After so many eurosceptic parties gained high share of votes across Europe in these EP elections, the overwhelming PD’s victory seems to be one of the few good news for Europe and particularly for its common currency. Only in Germany the governing pro-European party (CDU/CSU) have had a comparable victory to the Italian PD. The difference between the two countries, however, is perhaps that in the German case there has been a retrospective vote on the government action, while in the Italian case there has been a prospective vote, given the fact the incumbent has been in place only since a few months. But this is exactly why electoral results in Italy should not be misread as being solely or mainly representative of a vote for or against Europe. Although the PD is a strongly pro-EU and pro-Euro party, the electoral battle has been predominantly fought on national rather than European ground. Despite the increased focus on Europe, the central focus of the Italian campaign has clearly been framed by parties and newspapers alike as a vote to legitimize (or not) the new non-elected government led by the former mayor of Florence, Matteo Renzi. Renzi became Prime Minister at the end of February 2014, substituting Enrico Letta (PD) as a result of the PD’s internal quarrels. However, he was appointed Prime Minister by the President of the Republic and thus had no electoral legitimization, because no election had been called. This was a particularly problematic issue since it was the third cabinet in a row to lack voters’ electoral approval. If legitimization of the national government’s mandate was the issue at stake, the massive endorsement of the PD clearly gives Renzi the electoral legitimization to go on with the reforms he announced for the Italian state, while at the same time reassuring Europe just before the Italian semester of Presidency of the EU.
A different perspective on the results
Renzi’s cabinet is now legitimated. Yet, we should not lose sight of the wider picture. Looked at from a different perspective, the PD’s victory is not as significant as it may seem. Electoral turnout is following a downward trend and abstention is increasing in the whole country. Although it dropped much less than expected, the turnout for 2014 (57.22%) was about 7.8 percentage points lower compared to the 2009 EP elections (65.05%). This means that 2 Italians out of 5 decided not to vote. Abstention is something that concerns all political parties, not only one party, but a 40% victory contextualized within a 59% turnout acquires a slightly different meaning. Moreover, Beppe Grillo’s M5S might not have become the first party of the country, as its campaign slogan explicitly claimed it would (“vinciamo noi” – we’ll win!), but an anti-establishment party with critical stands on the Euro that obtains 21% of the votes cannot really be considered a “loser”. Especially as it was the first time that the M5S presented itself at European Elections, and as it is very favoured among youngsters. Looking at the electoral results of parties outside the traditional mainstream across Europe, only UKIP in the UK (26.77), Syriza in Greece (26.60%), the Front National in France (24.95%), and the Danish People’s Party in Denmark (26.60%), although all very different, have done better than the M5S. Thus, although the eurosceptic M5S might have lost in Italy, it is still sending 17 new MEPs to Brussels.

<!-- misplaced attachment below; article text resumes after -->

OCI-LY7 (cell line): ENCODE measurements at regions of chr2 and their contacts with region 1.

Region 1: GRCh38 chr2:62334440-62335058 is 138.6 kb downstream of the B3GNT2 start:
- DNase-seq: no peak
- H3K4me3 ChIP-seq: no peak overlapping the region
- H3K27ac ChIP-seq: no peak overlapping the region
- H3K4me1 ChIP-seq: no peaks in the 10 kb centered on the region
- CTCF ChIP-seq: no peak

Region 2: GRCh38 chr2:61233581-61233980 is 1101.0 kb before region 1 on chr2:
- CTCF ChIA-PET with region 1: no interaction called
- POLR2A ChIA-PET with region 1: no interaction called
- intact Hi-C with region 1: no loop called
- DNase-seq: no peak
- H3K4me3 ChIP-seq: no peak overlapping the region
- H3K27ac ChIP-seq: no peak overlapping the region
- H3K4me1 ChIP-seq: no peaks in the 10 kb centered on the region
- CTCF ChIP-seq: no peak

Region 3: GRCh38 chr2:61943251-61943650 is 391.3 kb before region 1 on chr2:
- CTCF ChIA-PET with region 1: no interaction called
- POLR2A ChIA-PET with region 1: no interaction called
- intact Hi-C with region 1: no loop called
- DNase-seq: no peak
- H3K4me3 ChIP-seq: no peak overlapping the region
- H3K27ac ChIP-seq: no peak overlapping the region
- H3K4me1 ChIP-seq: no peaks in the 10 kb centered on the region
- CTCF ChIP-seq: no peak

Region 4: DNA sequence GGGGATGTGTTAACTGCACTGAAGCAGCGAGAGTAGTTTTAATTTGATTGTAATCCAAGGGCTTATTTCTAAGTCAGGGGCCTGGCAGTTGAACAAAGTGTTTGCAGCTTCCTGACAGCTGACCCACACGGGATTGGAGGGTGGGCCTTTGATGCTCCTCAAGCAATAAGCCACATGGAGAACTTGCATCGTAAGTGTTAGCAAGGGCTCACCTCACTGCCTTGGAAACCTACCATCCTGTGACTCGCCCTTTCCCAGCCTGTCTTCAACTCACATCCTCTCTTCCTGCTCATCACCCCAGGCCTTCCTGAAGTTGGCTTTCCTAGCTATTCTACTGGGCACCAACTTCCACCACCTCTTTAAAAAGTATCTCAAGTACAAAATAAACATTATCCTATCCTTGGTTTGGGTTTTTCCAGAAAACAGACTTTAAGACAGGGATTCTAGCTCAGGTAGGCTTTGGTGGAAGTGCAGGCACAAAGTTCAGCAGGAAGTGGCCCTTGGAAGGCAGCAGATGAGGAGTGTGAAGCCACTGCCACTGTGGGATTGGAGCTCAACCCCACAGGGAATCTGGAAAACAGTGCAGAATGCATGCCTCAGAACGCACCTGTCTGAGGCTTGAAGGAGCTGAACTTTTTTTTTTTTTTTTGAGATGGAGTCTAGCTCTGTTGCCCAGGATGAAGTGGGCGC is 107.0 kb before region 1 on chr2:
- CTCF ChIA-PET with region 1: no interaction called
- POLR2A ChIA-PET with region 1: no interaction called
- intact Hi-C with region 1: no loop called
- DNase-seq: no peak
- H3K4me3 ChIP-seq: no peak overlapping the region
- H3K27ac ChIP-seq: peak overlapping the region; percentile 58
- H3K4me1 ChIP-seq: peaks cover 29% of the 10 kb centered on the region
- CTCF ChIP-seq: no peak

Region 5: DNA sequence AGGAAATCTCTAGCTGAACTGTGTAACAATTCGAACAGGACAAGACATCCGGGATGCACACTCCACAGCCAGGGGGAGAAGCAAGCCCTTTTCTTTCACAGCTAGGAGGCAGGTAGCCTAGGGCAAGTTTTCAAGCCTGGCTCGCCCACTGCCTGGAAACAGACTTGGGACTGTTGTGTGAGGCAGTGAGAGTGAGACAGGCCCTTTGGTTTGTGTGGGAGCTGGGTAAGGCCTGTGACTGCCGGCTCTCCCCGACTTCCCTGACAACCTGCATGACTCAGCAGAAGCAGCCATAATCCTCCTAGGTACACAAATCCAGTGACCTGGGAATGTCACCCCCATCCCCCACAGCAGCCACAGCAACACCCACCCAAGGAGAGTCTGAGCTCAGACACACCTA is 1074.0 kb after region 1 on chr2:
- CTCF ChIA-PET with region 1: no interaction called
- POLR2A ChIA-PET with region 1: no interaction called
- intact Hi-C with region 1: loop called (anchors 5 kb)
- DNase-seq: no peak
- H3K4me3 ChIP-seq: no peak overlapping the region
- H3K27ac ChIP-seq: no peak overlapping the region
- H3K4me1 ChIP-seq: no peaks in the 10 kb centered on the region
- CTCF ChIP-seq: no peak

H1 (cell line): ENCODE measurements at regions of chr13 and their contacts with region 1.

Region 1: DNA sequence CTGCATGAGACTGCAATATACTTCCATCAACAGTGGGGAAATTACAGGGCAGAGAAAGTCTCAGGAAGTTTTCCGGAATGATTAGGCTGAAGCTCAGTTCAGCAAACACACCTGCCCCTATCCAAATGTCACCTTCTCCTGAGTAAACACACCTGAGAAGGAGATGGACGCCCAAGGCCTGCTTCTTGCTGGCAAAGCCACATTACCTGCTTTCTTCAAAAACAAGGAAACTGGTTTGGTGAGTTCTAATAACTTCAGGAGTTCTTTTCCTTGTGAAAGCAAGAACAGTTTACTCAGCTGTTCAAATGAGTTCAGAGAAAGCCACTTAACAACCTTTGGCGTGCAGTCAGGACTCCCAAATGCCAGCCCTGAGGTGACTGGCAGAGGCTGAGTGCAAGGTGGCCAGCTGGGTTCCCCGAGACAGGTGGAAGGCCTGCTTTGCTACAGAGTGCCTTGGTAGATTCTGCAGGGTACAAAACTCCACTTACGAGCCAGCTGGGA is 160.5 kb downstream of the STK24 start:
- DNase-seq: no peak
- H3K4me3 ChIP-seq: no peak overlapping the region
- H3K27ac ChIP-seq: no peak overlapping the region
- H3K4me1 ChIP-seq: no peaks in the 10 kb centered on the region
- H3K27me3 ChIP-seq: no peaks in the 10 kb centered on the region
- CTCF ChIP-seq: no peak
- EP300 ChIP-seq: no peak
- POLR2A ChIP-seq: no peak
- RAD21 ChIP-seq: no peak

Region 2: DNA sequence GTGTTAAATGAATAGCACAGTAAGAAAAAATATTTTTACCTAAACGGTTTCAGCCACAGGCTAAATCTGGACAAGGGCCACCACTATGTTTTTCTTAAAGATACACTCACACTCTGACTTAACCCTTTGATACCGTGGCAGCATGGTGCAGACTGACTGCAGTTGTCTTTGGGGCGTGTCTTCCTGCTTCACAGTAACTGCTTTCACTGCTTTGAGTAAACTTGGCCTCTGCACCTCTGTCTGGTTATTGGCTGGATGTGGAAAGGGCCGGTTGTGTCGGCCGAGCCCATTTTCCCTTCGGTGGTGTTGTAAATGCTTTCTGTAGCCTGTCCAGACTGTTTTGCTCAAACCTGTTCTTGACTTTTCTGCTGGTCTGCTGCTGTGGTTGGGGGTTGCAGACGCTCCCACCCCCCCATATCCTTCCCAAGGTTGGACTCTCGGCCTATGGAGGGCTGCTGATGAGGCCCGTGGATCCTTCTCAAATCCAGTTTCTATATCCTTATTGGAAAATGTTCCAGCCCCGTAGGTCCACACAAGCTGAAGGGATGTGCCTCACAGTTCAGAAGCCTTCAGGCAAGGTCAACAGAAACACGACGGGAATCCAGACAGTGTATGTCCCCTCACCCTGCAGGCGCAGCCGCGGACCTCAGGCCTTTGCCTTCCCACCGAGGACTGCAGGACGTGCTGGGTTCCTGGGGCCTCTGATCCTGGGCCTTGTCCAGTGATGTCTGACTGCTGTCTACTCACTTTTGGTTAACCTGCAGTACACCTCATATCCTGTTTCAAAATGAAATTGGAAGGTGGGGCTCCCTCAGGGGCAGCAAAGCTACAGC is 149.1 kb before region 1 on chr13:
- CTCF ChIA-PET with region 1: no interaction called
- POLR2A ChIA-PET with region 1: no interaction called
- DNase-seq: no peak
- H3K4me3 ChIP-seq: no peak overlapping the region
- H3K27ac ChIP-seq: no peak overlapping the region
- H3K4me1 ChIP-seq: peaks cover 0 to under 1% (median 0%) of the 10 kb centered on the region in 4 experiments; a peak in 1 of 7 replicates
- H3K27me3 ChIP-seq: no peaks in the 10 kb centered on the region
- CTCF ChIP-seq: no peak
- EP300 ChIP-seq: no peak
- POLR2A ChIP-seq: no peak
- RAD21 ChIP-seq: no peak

Finally, driven by the Eurozone crisis, in the last few years euroscepticism has increased among the Italian public. Although disaffection towards national parties and institutions have increased even faster than critical attitudes towards the EU, the main political force who have benefited from this disaffection is the M5S, which also happens to be a critical party towards Europe. This was first exemplified by the manner in which they were able to take advantage of the deteriorated political situation surrounding the national election of 2013. It is possible that these increasing disaffection trends might have been partially and temporarily stopped for the 2014 EP elections by a sort of “honey moon” effect with the new PD’s Prime Minister. Most of all due to his energetic (some say ‘populist’) style of leadership and his electoral campaign based on hope, optimism and a (to the point still symbolic) “new way” of doing politics. Great expectations from voters, however, could soon turn into great disappointments if Renzi’s cabinet is not able to enact fast the changes that many voters expect. Economic conditions are still very critical and unemployment keeps growing, most of all for younger generations. Recent political events, such as the discovery of a vast corruption web connected with the Expo 2015 in Milan, continue to give voters reason to increase their negative sentiments against politics, politicians and parties. Thus, the PD’s victory might best be read as a “last hope” vote for many voters to reform the country and decide the EU future within the national (i.e. current national party system) and European (i.e. within the single European currency) status quo. But their expectations of better economic perspectives and more efficient, corruption-free politics need to be satisfied soon, as otherwise the growing sense of disenchantment with national and EU institutions will continue to escalate with detrimental consequences for everybody.
Dr Monica Poletti is a visiting research fellow in Political Sociology at the European Institute and at the Methodology Department of the LSE (originally from the University of Milan). She is part of the COST-Action The True European Voter project and she is a co-investigator on the Euro Crisis in the Press project. She is interested in political participation, euroscepticism, Italian politics, public opinion and media. Visit her academia.edu profile
Note: This article gives the views of the author, and not the position of the Euro Crisis in the Press blog, nor of the London School of Economics.